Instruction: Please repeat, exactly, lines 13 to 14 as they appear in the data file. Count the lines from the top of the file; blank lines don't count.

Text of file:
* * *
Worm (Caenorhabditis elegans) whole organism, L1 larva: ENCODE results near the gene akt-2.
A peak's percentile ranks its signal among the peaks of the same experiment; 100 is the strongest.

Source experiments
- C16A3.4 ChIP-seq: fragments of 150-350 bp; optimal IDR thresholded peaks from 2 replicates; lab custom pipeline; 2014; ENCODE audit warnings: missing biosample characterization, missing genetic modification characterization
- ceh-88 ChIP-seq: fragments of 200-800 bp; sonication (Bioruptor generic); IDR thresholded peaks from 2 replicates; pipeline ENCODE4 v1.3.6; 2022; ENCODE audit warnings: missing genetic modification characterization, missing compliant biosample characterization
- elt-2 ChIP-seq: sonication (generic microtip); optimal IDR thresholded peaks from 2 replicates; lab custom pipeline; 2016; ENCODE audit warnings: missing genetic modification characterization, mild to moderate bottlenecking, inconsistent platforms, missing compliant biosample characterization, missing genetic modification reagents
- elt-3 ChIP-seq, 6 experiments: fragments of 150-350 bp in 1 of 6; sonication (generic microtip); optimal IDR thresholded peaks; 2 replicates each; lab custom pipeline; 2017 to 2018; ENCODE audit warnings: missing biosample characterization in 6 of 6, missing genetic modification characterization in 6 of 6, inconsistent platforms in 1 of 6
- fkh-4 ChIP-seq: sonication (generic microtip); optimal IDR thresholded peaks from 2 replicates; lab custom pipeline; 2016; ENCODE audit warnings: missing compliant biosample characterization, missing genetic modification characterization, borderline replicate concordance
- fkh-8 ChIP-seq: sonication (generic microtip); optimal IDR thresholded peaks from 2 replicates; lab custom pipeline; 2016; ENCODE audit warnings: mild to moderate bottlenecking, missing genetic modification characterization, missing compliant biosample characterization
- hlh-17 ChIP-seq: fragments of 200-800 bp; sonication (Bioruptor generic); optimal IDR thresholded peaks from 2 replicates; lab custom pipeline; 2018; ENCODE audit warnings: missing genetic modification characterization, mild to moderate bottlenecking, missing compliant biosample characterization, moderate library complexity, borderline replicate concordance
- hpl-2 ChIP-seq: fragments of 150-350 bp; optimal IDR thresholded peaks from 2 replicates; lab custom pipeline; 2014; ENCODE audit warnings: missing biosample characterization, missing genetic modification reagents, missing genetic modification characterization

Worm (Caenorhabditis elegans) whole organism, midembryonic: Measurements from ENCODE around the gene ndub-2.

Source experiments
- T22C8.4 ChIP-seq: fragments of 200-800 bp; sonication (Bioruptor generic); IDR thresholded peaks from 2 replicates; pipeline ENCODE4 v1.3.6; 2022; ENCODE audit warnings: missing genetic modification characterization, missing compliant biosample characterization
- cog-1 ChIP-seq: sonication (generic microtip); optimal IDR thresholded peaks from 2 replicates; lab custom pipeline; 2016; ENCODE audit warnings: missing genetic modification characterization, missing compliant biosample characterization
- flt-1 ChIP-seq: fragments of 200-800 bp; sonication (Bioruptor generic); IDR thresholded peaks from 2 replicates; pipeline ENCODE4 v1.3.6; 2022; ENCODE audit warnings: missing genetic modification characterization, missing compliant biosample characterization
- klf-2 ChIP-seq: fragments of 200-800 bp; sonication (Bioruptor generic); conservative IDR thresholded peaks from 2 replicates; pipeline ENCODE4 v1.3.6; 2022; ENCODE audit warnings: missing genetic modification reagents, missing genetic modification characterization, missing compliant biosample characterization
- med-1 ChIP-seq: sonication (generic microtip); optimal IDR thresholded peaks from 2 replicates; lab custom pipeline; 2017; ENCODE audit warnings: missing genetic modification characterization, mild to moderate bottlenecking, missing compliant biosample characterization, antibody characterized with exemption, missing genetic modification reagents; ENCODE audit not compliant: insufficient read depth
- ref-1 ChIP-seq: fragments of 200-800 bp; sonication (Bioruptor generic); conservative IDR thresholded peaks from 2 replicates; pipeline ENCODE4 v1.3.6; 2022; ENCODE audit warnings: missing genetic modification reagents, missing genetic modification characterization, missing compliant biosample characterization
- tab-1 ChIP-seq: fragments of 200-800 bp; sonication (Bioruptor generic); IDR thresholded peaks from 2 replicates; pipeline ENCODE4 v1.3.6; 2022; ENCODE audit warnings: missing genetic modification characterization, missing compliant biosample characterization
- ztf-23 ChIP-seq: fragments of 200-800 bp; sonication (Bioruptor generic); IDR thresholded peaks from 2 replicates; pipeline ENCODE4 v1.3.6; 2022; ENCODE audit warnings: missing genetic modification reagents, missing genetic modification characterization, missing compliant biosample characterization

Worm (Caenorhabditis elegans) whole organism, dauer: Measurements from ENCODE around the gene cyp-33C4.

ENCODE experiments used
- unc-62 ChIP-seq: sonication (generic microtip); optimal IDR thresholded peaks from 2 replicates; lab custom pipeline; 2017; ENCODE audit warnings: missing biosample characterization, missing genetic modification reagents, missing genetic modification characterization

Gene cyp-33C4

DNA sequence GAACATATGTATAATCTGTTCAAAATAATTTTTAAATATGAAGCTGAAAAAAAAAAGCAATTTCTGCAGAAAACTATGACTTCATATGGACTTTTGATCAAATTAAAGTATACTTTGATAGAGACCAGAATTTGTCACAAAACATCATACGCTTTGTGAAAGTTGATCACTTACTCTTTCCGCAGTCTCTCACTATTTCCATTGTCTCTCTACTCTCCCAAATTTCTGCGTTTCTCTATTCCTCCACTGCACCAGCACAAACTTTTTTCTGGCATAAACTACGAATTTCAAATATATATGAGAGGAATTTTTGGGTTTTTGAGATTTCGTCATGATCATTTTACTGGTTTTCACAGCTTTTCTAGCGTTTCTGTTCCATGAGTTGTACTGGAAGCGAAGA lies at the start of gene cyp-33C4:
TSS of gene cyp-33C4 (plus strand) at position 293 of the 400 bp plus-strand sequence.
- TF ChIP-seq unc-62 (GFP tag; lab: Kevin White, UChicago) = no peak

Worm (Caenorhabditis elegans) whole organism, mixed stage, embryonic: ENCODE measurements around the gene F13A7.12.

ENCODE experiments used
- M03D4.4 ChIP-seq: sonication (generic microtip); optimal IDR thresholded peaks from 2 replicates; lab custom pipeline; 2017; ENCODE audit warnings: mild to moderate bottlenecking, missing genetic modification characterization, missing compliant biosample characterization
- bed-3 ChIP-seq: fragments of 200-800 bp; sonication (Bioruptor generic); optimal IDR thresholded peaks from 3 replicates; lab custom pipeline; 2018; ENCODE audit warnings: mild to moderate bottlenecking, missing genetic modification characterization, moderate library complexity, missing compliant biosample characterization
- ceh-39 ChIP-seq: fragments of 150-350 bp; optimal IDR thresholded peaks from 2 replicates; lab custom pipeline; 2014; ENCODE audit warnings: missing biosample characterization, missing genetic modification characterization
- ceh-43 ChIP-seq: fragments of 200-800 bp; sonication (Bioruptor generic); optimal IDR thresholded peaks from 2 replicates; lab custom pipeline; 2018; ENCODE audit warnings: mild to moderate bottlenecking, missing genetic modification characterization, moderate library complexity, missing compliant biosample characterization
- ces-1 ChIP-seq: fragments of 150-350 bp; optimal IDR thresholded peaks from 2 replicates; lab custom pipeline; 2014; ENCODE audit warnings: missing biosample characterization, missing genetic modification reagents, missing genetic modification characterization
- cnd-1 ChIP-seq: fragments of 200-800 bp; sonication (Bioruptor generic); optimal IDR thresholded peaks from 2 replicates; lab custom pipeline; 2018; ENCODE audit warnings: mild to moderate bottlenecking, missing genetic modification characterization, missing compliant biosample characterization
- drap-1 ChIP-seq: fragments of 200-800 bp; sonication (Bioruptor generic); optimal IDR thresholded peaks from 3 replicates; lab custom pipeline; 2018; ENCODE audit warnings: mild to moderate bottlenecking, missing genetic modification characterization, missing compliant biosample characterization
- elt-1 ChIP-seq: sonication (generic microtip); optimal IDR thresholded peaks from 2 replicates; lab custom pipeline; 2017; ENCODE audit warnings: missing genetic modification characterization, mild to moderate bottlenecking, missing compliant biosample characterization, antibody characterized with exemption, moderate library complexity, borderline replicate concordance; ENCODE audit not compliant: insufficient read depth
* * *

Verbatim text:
Source experiments
- T22C8.4 ChIP-seq: fragments of 200-800 bp; sonication (Bioruptor generic); IDR thresholded peaks from 2 replicates; pipeline ENCODE4 v1.3.6; 2022; ENCODE audit warnings: missing genetic modification characterization, missing compliant biosample characterization